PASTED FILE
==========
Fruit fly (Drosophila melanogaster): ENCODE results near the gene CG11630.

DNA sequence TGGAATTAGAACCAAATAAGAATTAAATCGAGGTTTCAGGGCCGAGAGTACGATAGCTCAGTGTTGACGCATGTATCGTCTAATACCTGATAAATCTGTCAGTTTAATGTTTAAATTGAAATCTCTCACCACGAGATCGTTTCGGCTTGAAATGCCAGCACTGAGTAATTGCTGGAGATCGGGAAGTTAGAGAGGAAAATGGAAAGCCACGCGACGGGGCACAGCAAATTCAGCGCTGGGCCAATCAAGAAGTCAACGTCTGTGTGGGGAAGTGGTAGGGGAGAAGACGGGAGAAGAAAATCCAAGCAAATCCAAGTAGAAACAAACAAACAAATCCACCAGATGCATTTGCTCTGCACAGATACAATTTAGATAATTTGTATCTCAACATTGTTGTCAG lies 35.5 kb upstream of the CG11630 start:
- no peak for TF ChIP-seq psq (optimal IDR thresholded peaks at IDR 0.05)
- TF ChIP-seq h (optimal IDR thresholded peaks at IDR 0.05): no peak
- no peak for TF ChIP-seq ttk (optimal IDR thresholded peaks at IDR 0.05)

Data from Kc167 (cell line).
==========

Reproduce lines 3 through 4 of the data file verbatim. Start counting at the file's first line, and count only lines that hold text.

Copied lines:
- no peak for TF ChIP-seq psq (optimal IDR thresholded peaks at IDR 0.05)
- TF ChIP-seq h (optimal IDR thresholded peaks at IDR 0.05): no peak